Thursday, March 30, 2017


Months ago, I reread, studied and meditated on the book of Genesis. Like so much of scripture the stories in Genesis are so familiar that they that the sharp edges are blurred and blunted, smoothed over by our not coming to these passages with open eyes and an open heart to what the text can reveal to us anew.  

"They heard the sound of the Lord God walking in the garden in the cool of the day, and the man and his wife hid themselves from the presence of the Lord God among the trees of the garden."

God had created man and woman in his image. He gave them a purpose (communion with Him) and a vocation (tending the garden). Yet, in this passage, God is walking through this garden and I imagine Him as sorrowful as when He enters another garden (Gethsemane) to pray, "If it be thy will." This garden, where once the Lord could walk and talk with his creation, He knows that they have hidden from Him, fear Him, they don't want to be near Him. God understands this and he calls to them, "Where are you?"

What struck me in reading this is that it's one of the most tragic and sorrow-filled questions in all of history. The Lord God asks, "Where are you?" This question revealed that God's heart was heavy because the very reason He created humanity (communion with Him) was now broken. The question, "Where are you?" is a question of distance, of proximity. God is asking man, "Where are you in relation to Me?" And I believe that God asks us that question daily as well.

Like a disobedient child with his parent, Adam replies, "I heard the sound of You in the garden, and I was afraid . . ."  That must have pierced God's heart. I heard you and didn't want to be with you. I did not want to be in your very presence.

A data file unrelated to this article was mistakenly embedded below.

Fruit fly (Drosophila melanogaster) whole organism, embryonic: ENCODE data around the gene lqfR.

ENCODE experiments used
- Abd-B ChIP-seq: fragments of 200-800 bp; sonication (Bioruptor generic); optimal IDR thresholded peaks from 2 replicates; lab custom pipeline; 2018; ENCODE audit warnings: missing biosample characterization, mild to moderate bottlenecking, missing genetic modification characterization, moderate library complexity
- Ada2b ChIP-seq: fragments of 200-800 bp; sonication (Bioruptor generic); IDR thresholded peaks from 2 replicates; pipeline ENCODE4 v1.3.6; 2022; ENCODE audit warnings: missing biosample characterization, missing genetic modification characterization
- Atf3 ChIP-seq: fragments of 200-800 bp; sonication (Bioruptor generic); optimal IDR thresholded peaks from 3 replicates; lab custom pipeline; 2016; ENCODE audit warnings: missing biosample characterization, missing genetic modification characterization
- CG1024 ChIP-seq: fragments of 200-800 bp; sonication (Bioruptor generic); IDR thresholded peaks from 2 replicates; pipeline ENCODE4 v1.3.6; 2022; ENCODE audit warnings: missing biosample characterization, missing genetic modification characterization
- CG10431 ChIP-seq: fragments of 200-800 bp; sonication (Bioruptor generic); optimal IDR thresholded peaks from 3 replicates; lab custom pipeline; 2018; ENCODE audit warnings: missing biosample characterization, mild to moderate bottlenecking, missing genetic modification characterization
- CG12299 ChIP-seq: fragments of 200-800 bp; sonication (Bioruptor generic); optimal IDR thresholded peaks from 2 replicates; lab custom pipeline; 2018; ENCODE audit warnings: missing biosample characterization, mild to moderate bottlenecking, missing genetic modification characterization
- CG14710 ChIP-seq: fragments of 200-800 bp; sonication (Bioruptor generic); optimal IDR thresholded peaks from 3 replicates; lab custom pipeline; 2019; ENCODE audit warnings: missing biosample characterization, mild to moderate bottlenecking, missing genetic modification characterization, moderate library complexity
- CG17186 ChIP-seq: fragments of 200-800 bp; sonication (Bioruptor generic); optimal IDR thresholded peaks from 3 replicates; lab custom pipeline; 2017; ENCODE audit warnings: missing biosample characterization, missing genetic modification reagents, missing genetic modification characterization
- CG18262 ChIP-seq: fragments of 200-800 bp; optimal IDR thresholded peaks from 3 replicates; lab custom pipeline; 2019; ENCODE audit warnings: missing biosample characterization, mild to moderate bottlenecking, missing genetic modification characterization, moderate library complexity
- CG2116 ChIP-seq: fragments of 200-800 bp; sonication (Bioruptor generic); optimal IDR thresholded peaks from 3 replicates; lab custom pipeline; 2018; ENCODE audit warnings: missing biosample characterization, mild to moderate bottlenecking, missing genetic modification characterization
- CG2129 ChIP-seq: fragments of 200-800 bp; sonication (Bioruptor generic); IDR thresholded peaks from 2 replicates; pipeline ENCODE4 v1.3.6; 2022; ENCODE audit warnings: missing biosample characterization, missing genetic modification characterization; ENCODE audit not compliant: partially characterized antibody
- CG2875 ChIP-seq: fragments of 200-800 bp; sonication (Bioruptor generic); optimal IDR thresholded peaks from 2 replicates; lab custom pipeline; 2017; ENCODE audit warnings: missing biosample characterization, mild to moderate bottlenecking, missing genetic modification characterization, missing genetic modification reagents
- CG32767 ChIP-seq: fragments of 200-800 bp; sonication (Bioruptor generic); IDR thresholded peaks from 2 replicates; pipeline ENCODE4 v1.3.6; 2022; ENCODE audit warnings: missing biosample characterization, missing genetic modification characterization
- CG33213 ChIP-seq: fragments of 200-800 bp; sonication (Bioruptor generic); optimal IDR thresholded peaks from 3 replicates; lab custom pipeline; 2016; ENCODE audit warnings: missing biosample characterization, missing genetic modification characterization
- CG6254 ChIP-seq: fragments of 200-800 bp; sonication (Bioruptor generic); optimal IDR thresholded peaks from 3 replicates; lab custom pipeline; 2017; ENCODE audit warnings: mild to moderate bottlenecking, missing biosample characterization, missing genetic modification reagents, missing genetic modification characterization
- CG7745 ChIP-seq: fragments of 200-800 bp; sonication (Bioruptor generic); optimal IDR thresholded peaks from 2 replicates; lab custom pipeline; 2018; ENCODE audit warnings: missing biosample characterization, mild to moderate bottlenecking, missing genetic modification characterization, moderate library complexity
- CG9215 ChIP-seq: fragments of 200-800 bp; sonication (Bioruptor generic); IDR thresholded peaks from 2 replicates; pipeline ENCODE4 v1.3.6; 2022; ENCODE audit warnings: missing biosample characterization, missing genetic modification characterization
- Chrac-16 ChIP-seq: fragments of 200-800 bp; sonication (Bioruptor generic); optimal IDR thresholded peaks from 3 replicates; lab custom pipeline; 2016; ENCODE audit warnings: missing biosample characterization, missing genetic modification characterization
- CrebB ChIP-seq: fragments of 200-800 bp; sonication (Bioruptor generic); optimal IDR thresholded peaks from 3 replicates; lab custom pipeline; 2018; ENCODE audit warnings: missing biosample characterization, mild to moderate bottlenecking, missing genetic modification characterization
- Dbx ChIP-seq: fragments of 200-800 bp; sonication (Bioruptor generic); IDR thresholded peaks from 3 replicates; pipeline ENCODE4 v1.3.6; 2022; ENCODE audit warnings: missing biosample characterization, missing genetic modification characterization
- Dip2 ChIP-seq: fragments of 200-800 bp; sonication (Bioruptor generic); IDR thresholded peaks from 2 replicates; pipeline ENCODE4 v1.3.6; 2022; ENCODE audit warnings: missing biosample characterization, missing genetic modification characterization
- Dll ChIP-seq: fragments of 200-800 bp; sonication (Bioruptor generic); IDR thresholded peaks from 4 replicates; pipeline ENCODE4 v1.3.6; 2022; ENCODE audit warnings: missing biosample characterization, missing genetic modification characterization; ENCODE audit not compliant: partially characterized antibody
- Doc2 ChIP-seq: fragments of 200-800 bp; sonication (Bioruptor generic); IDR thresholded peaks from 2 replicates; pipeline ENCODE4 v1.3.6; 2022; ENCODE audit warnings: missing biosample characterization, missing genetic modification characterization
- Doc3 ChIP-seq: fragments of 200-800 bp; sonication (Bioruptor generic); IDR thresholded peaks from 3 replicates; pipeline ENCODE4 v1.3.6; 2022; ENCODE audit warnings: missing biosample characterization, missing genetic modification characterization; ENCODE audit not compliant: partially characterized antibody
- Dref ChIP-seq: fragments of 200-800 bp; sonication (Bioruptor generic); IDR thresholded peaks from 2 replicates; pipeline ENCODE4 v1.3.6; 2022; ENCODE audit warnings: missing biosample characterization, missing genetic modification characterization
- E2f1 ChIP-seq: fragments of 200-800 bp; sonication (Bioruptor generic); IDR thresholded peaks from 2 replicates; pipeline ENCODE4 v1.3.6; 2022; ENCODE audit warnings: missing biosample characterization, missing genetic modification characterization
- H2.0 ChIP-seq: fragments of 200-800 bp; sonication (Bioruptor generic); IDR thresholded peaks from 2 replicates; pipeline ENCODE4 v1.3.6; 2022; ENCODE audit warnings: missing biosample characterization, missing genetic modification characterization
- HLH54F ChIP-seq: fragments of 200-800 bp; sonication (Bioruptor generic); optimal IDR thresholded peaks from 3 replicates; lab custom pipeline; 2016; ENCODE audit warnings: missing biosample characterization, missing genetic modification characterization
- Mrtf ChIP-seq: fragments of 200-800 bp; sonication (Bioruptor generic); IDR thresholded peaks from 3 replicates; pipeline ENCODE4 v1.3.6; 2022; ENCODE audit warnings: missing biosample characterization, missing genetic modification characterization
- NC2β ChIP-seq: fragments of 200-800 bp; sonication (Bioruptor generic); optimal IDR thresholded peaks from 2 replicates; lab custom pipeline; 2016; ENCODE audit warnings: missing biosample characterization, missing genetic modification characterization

Creation is a loving act. God created, called it "good" seven times and from Adam and Eve on to the Tower of Babel,  man would sin seven separate sins as if to negate the goodness God had proclaimed. 

In this moment of hiding, neither Adam nor Eve see their Creator as loving and they knew that He had warned them, "but you must not eat from the tree of the knowledge of good and evil, for when you eat from it you will certainly die." They expected death. Yet, even in that moment, this broken-hearted Abba, still longed for His creation to see themselves as His beloved children. Part of that very death was humanities loss of their identity in God. They lost that core understanding that they were created "good" and that they were always in the very presence of God. With sin came a loss of awareness that we carry with us even today. We are always in the presence of God but we are seldom in the awareness of that presence. God has not distanced Himself from us, like Adam and Eve, we continue to distance ourselves from Him. 

Thomas Merton wrote, "Just remaining quietly in the presence of God, listening to Him, being attentive to Him, requires a lot of courage and know-how." 

That is brokenness. What we were created for (being in God's presence and communing with Him) is now an act we have to strive and work towards. It does not come naturally, as our nature is now self-focused and we prefer our noise and distractions to returning to the holy presence of our Creator. 

When God calls to me with the question, "Where are you?"

How will I answer? 

What are the distractions or diversions or daily habits that are keeping me from this fellowship?